CCDS can be considered the imaging modality of first choice for detection of mural inflammatory changes in GCA. In the hands of a well-trained observer, CCDS can be a powerful tool for identifying the typical halo, flow alterations, or stenoses of the superficial temporal artery ( Fig. 25-1 ). With its high spatial resolution of approximately 100 mcm, clear depiction of the superficial cranial arteries and their mural anatomy is possible. A meta-analysis including more than 2000 patients revealed a weighted sensitivity and specificity of the halo sign of 69% and 82%, respectively, and a weighted sensitivity of stenosis or occlusion of 68% (compared with biopsy findings). CCDS is readily available, harmless, cost effective, and repeatable. However, it is observer dependent and can be rather time consuming, especially when the cranial involvement pattern and the supraaortic arteries are assessed at the same time. The thoracic aorta, which also can be involved, may not be clearly visible on CCDS because air in the lung may overlie the scan window.




Figure 25-1


Color doppler sonography (CDS) of the superficial temporal arteries. Upper row demonstrates longitudinal and cross-sectional appearance of normal superficial temporal artery. The dark halo (arrows in bottom row) surrounding the superficial temporal artery represents a characteristic sign on CDS in patients with active giant cell arteritis.

(Courtesy of Wolfgang Schmidt, MD, Vice Chair and Professor of Rheumatology, Medical Center for Rheumatology Berlin-Buch, Germany.)


FDG PET uses glucose metabolism for visualizing inflammatory tissue. The radioactive tracer FDG is metabolized in tumor cells and active inflammatory cells. Increased metabolic activity can be detected in areas of vascular inflammation ( Fig. 25-2 ). Because of the small (picomolar) amount of tracer uptake necessary for visualization, FDG PET scanning is considered the most sensitive noninvasive imaging modality for detection of large vessel vasculitides. However, the increased metabolism is nonspecific, and FDG PET has low spatial resolution of approximately 4 mm. In addition, the underlying physiologic cerebral uptake of FDG precludes the ability of FDG PET to visualize the mural inflammatory changes of the superficial temporal arteries in GCA. Further, FDG PET is not everywhere available, it is costly, and it involves the use of ionizing radiation.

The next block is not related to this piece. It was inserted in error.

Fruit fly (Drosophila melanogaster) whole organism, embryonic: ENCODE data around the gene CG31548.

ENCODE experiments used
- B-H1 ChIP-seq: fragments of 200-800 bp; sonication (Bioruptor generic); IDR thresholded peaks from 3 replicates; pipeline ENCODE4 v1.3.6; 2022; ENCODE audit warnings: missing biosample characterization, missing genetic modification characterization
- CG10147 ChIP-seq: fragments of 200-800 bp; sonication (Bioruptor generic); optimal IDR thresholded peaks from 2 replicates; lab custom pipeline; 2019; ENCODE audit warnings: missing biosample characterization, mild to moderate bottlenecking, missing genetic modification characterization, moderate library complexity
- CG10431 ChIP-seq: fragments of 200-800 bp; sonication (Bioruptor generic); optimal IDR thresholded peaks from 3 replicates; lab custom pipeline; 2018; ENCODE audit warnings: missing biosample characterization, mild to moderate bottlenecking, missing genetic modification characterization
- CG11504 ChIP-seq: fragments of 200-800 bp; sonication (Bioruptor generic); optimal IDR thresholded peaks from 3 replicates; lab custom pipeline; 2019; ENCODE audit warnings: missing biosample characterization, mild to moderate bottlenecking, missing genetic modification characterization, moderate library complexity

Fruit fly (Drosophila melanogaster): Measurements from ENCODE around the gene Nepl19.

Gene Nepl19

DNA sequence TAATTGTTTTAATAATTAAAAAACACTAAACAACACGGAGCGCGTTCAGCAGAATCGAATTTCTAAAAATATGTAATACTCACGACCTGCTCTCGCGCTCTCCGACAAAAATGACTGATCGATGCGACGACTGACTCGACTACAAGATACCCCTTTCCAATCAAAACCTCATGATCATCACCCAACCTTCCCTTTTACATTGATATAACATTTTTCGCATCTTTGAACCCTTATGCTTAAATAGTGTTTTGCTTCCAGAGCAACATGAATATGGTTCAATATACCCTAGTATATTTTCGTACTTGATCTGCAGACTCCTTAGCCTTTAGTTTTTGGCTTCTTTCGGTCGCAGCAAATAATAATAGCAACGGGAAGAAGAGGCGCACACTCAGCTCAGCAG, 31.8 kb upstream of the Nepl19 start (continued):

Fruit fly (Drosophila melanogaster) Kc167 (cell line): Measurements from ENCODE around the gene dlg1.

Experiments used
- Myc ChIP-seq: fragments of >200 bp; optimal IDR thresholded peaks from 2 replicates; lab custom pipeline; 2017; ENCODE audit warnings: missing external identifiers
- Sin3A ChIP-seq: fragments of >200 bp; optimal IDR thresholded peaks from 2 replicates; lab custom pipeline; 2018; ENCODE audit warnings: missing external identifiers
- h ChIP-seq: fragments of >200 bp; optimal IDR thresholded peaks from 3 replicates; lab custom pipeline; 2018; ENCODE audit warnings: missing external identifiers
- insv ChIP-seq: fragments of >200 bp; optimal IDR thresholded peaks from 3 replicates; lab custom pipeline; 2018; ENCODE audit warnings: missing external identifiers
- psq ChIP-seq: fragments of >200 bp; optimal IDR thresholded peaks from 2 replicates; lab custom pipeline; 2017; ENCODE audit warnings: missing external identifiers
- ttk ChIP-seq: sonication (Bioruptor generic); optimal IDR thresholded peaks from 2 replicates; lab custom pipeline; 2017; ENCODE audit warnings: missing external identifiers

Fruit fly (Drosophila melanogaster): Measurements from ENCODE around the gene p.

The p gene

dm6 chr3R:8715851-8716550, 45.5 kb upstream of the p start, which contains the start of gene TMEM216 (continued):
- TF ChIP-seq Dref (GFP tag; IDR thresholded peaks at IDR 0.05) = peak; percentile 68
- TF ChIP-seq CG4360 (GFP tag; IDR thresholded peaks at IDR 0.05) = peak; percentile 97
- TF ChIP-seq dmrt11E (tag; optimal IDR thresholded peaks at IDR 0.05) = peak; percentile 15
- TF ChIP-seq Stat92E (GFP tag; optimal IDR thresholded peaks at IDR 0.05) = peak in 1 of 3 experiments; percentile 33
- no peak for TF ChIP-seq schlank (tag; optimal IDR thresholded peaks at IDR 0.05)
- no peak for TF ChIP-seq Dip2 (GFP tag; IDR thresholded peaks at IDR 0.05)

Figure 25-2


Fluorine-18 deoxyglucose positron emission tomography scan of a 56-year-old female patient with large vessel vasculitis affecting the aorta and supraaortic arteries demonstrates increased metabolic activity along the arterial walls (arrows) . The corresponding transversal computed tomography scans (right) readily reveal mural thickening and contrast enhancement of the descending aorta (arrow in B ) and the abdominal aorta (arrowhead in C ).


With its various tissue contrasts and the use of gadolinium-based contrast agents in imaging planes of any desired obliquity, MRI is a versatile tool for assessing inflammatory changes in many areas of the body. High-resolution MRI can noninvasively visualize mural inflammatory changes of arteries as small as the superficial temporal arteries. Typical MRI signs of vasculitic involvement include mural contrast enhancement and mural thickening ( Figs. 25-3 and 25-4 ). To depict the occasionally subtle changes associated with GCA most clearly, a specific high-resolution protocol for visualization of the superficial temporal artery wall is necessary. This protocol includes a T1-weighted, contrast-enhanced multislice spin echo sequence with the following parameters: repetition time, 500 msec; time to echo, 22 msec; spectral fat saturation; field of view, 240 × 240 mm 2 ; acquisition matrix, 1024 × 768; acquired in-plane resolution, 195 × 260 mcm; slice thickness, 3 mm; and acquisition time, 6:42 minutes at 1.5T and 4:52 minutes at 3T. Initial single center trials revealed a sensitivity and specificity of 80% and 97% and a positive and negative predictive value of 96% and 84%, respectively. Sensitivity can be increased to 86% when imaging in the first few days of steroid treatment.




Figure 25-3


A 59-year-old female patient without giant cell arteritis. No mural thickening or increased contrast enhancement of the superficial temporal arteries is observed (arrow). Please note the bright intraluminal signal in the superficial temporal veins (arrowheads) as compared with the flow-dependent signal void in the superficial temporal artery.



Figure 25-4


A 73-year-old female patient with giant cell arteritis. High-resolution magnetic resonance imaging reveals inflammatory mural thickening and contrast enhancement of the frontal (solid arrow) and parietal (open arrow) branches of the left superficial temporal artery. Please note inflammatory involvement of the frontal and parietal branches of the right superficial temporal artery and the superficial occipital arteries bilaterally (stars).